|Publication number||US7435067 B2|
|Application number||US 11/016,526|
|Publication date||Oct 14, 2008|
|Filing date||Dec 17, 2004|
|Priority date||Dec 17, 2004|
|Also published as||EP1672768A2, EP1672768A3, US20060133944|
|Publication number||016526, 11016526, US 7435067 B2, US 7435067B2, US-B2-7435067, US7435067 B2, US7435067B2|
|Inventors||Roy J. Doepker, John P Elson, William E Ramey|
|Original Assignee||Emerson Climate Technologies, Inc.|
|Export Citation||BiBTeX, EndNote, RefMan|
|Patent Citations (14), Non-Patent Citations (1), Referenced by (7), Classifications (21), Legal Events (4)|
|External Links: USPTO, USPTO Assignment, Espacenet|
The present invention relates to a scroll machine having a brushless permanent magnet motor. More particularly, the present invention relates to a system for incorporating upper and lower counterweights into a scroll machine which utilizes a brushless permanent magnet motor.
For exemplary purposes, the system for incorporating upper and lower counterweights of the present invention will be described in association with a scroll machine. It is to be understood that it is within the scope of the present invention to utilize the system of the present invention with any device which includes a brushless permanent magnet motor and which requires counterweights.
A class of machines exists in the art generally known as “scroll” machines for the displacement of various types of fluids. Such machines may be configured as an expander, a displacement engine, a pump, a compressor, etc., and many features of the present invention are applicable to any one of these machines. For purposes of illustration, however, the disclosed embodiments of the present invention are in the form of a hermetic refrigerant compressor powered by a brushless permanent magnet motor.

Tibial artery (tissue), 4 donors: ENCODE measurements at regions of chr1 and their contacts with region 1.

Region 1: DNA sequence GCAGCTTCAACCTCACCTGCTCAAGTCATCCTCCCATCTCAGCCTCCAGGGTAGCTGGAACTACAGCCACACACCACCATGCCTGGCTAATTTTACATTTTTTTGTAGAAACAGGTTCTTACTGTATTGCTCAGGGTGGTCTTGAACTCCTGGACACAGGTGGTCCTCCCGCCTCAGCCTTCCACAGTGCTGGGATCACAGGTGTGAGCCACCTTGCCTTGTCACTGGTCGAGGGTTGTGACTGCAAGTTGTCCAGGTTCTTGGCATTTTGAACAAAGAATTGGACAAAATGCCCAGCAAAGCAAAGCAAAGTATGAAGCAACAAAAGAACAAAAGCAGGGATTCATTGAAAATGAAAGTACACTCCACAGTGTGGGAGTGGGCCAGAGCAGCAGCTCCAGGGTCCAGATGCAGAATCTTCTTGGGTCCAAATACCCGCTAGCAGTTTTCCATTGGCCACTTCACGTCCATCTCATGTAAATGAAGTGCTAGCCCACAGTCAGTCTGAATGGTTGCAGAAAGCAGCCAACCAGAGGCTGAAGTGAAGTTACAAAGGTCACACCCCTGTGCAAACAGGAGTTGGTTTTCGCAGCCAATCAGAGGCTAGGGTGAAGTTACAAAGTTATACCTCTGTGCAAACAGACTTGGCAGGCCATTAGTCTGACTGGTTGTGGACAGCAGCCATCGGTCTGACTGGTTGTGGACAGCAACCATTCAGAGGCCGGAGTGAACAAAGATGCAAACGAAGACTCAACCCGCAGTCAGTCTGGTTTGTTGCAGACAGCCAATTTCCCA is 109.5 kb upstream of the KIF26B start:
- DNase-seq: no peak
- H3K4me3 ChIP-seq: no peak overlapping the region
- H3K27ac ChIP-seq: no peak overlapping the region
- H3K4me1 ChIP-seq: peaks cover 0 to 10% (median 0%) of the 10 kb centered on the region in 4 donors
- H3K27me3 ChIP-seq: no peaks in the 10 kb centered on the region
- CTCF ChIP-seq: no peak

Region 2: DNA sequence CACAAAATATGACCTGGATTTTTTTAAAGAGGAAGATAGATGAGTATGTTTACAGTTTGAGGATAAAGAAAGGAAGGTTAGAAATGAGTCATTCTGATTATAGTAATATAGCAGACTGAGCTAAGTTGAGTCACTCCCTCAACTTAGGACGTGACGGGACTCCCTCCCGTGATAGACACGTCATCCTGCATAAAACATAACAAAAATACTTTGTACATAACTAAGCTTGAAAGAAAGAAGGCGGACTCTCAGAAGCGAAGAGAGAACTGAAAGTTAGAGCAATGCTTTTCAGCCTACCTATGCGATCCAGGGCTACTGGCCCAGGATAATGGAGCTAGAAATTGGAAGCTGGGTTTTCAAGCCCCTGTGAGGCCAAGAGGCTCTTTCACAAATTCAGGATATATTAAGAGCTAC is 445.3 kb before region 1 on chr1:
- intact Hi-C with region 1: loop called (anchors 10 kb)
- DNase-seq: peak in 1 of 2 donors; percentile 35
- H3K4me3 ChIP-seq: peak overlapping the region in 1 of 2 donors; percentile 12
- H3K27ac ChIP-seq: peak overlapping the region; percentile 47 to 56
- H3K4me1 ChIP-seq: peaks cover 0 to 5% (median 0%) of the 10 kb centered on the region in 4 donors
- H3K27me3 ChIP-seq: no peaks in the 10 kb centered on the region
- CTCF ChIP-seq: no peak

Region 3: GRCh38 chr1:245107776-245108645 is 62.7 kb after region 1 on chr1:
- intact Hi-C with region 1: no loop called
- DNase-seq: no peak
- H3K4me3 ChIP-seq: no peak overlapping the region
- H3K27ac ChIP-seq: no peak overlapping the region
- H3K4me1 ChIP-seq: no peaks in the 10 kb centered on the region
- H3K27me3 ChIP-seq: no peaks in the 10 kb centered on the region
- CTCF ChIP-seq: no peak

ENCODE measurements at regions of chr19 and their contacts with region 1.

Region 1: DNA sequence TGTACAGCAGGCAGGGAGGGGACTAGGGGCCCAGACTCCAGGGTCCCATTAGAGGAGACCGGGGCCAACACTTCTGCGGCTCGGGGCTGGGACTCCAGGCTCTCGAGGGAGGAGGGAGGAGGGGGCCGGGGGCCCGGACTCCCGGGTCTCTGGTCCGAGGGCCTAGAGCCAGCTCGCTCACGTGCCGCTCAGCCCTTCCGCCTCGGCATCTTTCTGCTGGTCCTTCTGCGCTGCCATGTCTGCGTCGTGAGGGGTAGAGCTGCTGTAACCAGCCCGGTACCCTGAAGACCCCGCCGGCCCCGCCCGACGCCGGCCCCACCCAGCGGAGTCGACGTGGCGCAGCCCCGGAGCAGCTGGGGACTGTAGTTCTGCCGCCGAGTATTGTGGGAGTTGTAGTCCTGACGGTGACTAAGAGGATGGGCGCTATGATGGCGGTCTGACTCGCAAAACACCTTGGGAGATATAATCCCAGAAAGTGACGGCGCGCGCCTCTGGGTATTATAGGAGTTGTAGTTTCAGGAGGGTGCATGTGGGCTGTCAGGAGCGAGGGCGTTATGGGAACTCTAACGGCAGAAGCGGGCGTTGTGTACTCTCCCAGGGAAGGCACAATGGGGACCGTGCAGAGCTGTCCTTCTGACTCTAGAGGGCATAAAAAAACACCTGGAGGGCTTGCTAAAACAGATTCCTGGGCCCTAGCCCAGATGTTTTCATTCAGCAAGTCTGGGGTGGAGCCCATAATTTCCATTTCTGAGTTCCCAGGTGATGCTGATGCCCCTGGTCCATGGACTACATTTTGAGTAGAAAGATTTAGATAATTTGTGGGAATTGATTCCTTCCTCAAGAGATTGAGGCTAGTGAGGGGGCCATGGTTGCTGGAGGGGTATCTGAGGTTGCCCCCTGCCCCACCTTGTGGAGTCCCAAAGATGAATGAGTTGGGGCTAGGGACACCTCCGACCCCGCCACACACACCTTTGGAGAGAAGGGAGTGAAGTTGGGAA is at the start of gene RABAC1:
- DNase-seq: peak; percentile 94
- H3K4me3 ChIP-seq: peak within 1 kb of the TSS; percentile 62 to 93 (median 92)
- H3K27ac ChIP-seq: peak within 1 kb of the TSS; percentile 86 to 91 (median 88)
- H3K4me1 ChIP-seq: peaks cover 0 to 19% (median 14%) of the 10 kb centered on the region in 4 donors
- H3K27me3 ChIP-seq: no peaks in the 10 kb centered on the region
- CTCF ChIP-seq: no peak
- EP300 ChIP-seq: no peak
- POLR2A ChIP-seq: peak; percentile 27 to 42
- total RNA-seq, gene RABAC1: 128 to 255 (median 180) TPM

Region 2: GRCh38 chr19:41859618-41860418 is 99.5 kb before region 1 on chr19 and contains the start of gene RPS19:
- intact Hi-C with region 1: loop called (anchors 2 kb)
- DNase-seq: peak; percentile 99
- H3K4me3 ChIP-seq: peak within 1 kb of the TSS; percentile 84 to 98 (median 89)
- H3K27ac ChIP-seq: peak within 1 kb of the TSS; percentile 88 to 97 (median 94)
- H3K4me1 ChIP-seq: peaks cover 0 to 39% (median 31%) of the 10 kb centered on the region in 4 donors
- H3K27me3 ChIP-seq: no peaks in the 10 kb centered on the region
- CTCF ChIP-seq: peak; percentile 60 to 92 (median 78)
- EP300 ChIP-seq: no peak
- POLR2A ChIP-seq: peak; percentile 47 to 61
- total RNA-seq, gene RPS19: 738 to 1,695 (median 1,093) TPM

Generally speaking, a scroll machine comprises two spiral scroll wraps of similar configuration, each mounted on a separate end plate to define a scroll member. The two scroll members are interfitted together with one of the scroll wraps being rotationally displaced 180° from the other. The machine operates by orbiting one scroll member (the “orbiting scroll”) with respect to the other scroll member (the “fixed scroll” or “non-orbiting scroll”) to make moving line contacts between the flank surfaces of the wraps, thereby defining moving isolated crescent-shaped pockets of fluid. The spirals are commonly formed as involutes of a circle, and ideally there is no relative rotation between the scroll members during operation; i.e., there is purely curvilinear translation (i.e., no rotation of any line in the body). The fluid pockets carry the fluid to be handled from a first zone in the scroll machine where a fluid inlet is provided, to a second zone in the machine where a fluid outlet is provided. The volume of the sealed pockets change as they move from the first zone to the second zone. At any one instant in time, there will be at least one pair of sealed pockets; and when there are several pairs of sealed pockets at once, each pair will have different volumes. In a compressor, the second zone is at a higher pressure than the first zone and it is physically located centrally in the machine, the first zone being located at the outer periphery of the machine.
Two types of contacts define the fluid pockets formed between the scroll members. First, axially extending tangential line contacts are formed between the spiral faces of flanks of the scroll wraps. These tangential line contacts are caused by radial forces (flank sealing). Second, area contacts are formed between the plane edge surfaces (the “tips”) of each wrap and the opposite end plate (“tip sealing”). These area contacts are caused by axial forces. For high efficiency, good sealing must be achieved for both types of contacts.